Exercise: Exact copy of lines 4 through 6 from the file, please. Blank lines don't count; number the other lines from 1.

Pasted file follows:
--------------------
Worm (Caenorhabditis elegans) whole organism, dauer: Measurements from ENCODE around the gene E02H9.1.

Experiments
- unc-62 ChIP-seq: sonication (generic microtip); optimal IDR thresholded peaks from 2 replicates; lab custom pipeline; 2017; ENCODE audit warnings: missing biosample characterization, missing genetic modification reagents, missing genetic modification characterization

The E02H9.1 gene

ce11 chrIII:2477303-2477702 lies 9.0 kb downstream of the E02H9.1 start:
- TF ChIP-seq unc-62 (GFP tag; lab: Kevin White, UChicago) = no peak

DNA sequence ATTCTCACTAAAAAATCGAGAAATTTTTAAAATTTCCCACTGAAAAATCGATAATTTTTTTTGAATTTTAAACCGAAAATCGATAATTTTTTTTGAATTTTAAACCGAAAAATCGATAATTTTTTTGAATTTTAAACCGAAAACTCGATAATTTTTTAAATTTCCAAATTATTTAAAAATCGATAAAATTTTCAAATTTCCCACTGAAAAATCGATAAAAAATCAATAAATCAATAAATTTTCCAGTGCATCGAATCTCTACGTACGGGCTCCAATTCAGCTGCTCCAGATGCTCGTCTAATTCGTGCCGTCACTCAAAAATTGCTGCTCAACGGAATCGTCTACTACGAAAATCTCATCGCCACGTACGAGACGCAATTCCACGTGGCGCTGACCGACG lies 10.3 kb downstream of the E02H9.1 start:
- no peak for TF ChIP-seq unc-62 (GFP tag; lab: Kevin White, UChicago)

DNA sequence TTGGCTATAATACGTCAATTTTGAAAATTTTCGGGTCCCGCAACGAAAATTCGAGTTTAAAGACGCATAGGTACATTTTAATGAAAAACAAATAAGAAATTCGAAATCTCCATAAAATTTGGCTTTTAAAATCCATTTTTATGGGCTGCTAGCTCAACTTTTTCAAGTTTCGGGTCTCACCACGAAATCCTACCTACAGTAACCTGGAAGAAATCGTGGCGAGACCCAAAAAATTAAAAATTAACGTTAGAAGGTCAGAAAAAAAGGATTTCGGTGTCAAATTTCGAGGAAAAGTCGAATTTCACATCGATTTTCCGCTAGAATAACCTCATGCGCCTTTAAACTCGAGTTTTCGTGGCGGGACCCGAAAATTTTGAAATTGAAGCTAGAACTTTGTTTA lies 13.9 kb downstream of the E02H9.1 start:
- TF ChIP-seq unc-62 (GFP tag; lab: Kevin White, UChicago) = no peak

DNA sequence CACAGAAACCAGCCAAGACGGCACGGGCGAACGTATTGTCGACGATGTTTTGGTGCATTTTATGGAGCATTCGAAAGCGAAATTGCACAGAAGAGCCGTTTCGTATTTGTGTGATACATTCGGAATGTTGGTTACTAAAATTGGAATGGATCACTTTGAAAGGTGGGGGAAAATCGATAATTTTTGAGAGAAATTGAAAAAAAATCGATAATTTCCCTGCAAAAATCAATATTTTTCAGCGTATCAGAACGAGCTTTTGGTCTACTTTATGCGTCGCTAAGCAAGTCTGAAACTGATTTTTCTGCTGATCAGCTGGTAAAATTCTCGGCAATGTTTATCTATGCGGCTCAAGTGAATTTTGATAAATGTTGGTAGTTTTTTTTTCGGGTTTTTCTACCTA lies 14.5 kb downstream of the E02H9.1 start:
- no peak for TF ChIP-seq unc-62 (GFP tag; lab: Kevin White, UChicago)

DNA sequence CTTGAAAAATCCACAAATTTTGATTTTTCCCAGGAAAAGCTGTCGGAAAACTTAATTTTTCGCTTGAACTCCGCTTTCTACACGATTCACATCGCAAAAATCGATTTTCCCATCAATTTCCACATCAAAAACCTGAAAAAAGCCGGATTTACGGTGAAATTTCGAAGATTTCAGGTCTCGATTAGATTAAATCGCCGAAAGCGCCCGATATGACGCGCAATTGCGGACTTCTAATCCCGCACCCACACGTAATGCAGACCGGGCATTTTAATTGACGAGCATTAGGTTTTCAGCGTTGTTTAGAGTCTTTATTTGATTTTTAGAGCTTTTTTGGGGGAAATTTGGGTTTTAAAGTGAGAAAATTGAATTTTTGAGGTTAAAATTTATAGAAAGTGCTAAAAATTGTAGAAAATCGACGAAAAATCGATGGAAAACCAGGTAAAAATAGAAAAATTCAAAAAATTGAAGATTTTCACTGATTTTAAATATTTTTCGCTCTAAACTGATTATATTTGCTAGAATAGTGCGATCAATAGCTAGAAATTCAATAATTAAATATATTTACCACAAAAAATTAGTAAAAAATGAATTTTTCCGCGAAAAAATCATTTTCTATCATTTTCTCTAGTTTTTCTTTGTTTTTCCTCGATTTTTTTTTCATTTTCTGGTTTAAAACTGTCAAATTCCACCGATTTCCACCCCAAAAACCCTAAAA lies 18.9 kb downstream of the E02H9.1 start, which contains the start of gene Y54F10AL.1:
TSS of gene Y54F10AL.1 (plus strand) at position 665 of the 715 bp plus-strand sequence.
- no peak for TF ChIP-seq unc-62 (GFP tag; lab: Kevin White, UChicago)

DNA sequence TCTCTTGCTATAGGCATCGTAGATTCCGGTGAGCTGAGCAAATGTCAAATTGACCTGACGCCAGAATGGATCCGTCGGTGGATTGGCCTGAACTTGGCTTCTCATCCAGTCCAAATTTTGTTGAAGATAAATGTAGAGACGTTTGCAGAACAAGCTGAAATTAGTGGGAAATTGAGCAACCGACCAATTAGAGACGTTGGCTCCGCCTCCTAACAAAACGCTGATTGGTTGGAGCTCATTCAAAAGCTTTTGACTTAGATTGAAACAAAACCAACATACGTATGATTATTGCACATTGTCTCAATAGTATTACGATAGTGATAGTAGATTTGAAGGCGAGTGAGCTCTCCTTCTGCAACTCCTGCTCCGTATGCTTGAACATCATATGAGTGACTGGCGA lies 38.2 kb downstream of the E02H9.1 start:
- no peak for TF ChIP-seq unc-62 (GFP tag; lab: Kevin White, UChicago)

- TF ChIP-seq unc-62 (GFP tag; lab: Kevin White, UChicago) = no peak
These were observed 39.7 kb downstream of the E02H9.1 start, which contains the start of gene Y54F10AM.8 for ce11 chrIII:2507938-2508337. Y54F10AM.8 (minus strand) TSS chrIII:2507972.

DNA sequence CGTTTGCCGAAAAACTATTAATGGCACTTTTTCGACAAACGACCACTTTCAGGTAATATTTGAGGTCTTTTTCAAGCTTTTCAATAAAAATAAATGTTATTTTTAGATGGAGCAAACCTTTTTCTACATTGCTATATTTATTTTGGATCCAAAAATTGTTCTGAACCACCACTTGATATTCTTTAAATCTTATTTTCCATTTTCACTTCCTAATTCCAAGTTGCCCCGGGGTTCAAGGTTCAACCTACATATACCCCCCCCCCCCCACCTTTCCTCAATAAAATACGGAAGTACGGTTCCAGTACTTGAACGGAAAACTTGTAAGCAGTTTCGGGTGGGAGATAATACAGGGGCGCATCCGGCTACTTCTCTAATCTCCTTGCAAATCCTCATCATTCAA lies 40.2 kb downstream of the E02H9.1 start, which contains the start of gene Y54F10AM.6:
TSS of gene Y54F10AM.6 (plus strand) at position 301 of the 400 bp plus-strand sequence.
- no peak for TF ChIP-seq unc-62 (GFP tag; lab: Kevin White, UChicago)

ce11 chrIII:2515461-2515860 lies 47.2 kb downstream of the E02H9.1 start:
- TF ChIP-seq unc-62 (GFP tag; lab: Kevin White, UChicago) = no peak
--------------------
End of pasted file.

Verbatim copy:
The E02H9.1 gene

ce11 chrIII:2477303-2477702 lies 9.0 kb downstream of the E02H9.1 start:
- TF ChIP-seq unc-62 (GFP tag; lab: Kevin White, UChicago) = no peak